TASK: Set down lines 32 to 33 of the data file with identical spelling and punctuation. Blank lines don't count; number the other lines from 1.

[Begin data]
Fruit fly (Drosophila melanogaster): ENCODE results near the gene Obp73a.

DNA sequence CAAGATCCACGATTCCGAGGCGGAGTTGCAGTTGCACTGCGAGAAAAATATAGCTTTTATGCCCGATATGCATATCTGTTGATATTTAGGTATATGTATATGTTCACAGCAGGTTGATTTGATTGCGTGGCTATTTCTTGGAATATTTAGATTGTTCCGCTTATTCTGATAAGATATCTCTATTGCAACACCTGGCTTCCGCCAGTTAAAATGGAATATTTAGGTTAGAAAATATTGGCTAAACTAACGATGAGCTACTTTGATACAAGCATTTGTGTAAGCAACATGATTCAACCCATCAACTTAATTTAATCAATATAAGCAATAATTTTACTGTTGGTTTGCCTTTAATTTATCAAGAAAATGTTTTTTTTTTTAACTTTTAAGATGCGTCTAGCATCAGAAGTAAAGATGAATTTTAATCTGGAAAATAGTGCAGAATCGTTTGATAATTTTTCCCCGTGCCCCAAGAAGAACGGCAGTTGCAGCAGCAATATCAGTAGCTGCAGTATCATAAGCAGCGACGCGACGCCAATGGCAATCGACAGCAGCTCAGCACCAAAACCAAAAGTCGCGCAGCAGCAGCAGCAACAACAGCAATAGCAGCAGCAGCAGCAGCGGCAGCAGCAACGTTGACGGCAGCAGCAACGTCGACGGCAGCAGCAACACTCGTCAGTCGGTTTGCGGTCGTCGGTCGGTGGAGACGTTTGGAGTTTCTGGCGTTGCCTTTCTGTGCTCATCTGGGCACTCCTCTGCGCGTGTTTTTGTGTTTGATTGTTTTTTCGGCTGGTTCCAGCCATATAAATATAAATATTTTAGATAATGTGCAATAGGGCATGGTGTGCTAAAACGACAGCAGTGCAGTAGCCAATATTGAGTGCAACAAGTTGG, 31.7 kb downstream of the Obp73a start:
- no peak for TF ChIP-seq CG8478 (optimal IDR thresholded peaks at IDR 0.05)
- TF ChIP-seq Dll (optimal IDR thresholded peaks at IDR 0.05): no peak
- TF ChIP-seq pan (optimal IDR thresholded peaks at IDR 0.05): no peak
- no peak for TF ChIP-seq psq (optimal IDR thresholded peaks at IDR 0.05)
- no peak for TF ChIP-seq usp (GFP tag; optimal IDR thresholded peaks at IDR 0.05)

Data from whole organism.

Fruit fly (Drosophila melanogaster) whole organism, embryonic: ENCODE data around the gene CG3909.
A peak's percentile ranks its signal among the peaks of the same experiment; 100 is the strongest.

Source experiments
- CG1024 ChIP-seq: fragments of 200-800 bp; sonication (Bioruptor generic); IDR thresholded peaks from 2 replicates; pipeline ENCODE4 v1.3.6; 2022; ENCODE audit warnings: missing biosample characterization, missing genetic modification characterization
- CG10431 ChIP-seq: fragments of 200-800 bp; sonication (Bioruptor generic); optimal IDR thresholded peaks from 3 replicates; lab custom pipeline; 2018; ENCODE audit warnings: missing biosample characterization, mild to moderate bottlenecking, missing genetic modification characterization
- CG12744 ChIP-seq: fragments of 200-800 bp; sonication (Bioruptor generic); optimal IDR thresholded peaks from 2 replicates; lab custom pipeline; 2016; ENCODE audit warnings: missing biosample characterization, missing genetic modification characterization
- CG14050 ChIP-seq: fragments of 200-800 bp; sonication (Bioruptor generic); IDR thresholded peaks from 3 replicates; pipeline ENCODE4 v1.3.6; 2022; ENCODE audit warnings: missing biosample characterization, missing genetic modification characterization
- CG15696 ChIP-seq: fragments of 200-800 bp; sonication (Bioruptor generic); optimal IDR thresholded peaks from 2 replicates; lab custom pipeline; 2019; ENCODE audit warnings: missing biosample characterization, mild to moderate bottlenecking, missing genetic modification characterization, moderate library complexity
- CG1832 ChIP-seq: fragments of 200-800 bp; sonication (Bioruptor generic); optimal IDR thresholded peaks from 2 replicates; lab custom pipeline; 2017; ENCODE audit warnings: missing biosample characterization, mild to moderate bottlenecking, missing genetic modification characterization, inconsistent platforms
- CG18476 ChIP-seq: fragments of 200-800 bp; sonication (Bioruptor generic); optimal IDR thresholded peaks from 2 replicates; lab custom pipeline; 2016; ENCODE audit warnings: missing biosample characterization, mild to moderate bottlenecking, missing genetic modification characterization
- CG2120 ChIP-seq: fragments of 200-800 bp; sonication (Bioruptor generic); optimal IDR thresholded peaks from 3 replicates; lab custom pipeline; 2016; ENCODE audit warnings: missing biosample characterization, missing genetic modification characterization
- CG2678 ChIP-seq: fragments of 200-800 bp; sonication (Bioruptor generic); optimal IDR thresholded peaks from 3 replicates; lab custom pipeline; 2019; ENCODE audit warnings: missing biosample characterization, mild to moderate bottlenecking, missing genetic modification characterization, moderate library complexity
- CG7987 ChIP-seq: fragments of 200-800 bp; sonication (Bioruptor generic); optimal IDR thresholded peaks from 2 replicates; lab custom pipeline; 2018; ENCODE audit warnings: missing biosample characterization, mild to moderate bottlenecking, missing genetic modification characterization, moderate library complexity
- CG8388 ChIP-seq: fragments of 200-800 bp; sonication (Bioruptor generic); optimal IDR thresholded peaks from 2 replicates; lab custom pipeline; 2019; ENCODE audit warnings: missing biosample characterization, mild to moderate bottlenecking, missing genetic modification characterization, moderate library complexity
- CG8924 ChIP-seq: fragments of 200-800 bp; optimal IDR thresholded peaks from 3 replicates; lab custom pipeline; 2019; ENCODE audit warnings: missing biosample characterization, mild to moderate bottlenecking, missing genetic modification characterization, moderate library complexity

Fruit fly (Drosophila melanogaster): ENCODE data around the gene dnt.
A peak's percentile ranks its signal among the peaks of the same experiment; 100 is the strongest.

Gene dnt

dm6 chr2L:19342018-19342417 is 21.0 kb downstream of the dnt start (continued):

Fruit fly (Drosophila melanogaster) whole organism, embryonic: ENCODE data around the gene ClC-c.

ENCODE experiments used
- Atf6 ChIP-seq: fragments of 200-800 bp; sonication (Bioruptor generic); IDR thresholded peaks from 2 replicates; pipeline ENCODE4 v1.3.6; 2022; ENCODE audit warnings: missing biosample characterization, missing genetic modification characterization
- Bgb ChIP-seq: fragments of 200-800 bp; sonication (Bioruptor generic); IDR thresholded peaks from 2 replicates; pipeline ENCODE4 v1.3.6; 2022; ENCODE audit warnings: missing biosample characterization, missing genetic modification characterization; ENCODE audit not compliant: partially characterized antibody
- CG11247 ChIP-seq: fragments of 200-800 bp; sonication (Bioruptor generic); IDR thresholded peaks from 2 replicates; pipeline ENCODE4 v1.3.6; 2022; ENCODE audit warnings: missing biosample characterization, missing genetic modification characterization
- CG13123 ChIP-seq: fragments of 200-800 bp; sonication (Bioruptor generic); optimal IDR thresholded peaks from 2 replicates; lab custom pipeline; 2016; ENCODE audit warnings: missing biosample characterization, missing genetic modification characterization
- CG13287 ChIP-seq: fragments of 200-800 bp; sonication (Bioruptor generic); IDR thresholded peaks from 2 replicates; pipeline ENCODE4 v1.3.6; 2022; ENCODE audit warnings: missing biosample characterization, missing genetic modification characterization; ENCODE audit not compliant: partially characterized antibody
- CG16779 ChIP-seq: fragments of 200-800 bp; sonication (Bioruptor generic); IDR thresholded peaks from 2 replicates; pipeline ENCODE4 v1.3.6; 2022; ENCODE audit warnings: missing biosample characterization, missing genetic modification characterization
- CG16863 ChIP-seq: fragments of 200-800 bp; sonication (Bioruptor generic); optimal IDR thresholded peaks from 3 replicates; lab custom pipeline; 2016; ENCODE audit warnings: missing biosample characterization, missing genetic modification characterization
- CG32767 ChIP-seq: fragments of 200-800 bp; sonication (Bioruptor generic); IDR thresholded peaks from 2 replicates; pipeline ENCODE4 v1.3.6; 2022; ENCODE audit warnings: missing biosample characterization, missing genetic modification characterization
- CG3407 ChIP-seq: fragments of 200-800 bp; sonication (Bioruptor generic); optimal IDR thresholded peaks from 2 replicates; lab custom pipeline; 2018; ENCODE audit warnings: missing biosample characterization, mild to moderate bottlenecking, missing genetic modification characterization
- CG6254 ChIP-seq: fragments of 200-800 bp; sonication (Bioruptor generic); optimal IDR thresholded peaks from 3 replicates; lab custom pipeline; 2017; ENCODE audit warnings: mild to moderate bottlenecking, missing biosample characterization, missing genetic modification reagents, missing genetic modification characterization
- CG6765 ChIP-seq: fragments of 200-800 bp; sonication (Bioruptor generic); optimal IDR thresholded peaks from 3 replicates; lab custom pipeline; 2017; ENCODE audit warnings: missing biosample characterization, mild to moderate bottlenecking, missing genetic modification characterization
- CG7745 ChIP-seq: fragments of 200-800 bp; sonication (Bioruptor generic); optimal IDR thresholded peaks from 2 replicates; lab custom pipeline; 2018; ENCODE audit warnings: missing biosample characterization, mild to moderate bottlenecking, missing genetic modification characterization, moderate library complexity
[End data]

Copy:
- CG11247 ChIP-seq: fragments of 200-800 bp; sonication (Bioruptor generic); IDR thresholded peaks from 2 replicates; pipeline ENCODE4 v1.3.6; 2022; ENCODE audit warnings: missing biosample characterization, missing genetic modification characterization
- CG13123 ChIP-seq: fragments of 200-800 bp; sonication (Bioruptor generic); optimal IDR thresholded peaks from 2 replicates; lab custom pipeline; 2016; ENCODE audit warnings: missing biosample characterization, missing genetic modification characterization